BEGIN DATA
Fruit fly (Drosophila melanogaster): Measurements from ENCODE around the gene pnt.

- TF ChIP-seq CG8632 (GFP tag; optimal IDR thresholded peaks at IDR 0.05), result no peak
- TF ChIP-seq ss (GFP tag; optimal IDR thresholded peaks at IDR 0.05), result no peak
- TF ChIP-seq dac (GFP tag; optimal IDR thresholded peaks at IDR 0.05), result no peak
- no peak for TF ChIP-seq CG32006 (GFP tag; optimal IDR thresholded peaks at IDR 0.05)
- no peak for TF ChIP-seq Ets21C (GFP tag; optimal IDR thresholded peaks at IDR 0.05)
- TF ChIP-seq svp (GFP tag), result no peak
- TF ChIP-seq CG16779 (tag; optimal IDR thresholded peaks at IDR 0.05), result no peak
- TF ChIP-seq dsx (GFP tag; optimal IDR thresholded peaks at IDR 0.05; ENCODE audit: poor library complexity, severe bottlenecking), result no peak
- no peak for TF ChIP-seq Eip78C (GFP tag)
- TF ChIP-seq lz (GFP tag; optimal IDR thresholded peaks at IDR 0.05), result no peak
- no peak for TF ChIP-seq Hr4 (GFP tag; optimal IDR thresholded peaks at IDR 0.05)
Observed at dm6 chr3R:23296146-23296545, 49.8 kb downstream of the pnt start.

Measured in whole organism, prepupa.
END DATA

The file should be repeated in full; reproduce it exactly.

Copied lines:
Fruit fly (Drosophila melanogaster): Measurements from ENCODE around the gene pnt.

- TF ChIP-seq CG8632 (GFP tag; optimal IDR thresholded peaks at IDR 0.05), result no peak
- TF ChIP-seq ss (GFP tag; optimal IDR thresholded peaks at IDR 0.05), result no peak
- TF ChIP-seq dac (GFP tag; optimal IDR thresholded peaks at IDR 0.05), result no peak
- no peak for TF ChIP-seq CG32006 (GFP tag; optimal IDR thresholded peaks at IDR 0.05)
- no peak for TF ChIP-seq Ets21C (GFP tag; optimal IDR thresholded peaks at IDR 0.05)
- TF ChIP-seq svp (GFP tag), result no peak
- TF ChIP-seq CG16779 (tag; optimal IDR thresholded peaks at IDR 0.05), result no peak
- TF ChIP-seq dsx (GFP tag; optimal IDR thresholded peaks at IDR 0.05; ENCODE audit: poor library complexity, severe bottlenecking), result no peak
- no peak for TF ChIP-seq Eip78C (GFP tag)
- TF ChIP-seq lz (GFP tag; optimal IDR thresholded peaks at IDR 0.05), result no peak
- no peak for TF ChIP-seq Hr4 (GFP tag; optimal IDR thresholded peaks at IDR 0.05)
Observed at dm6 chr3R:23296146-23296545, 49.8 kb downstream of the pnt start.

Measured in whole organism, prepupa.